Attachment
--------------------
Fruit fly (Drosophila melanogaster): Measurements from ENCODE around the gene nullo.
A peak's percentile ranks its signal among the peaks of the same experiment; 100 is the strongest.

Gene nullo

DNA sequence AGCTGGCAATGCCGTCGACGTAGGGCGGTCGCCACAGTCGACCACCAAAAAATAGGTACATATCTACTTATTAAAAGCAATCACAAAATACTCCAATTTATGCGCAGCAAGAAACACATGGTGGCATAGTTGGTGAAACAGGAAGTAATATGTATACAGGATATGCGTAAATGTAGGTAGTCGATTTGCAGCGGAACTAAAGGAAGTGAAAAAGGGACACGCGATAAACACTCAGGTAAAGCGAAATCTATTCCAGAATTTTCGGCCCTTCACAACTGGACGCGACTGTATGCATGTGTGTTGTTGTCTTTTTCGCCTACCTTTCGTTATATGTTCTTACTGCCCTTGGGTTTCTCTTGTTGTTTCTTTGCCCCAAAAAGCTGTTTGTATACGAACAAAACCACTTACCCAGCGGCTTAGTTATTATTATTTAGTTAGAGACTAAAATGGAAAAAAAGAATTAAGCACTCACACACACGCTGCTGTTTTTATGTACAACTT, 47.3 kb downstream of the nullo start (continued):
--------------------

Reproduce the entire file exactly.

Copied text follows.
Fruit fly (Drosophila melanogaster): Measurements from ENCODE around the gene nullo.
A peak's percentile ranks its signal among the peaks of the same experiment; 100 is the strongest.

Gene nullo

DNA sequence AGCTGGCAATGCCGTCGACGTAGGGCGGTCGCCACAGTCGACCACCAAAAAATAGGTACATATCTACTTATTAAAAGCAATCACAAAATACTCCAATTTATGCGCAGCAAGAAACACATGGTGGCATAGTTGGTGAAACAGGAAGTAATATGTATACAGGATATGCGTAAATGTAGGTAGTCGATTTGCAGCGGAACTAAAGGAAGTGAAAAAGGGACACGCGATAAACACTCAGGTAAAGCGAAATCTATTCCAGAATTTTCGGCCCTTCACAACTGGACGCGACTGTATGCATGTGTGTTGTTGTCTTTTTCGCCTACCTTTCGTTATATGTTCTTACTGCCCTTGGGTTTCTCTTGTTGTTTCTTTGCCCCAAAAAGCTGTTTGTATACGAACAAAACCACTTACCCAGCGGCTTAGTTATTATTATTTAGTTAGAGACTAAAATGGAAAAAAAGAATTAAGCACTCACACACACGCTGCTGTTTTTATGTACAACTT, 47.3 kb downstream of the nullo start (continued):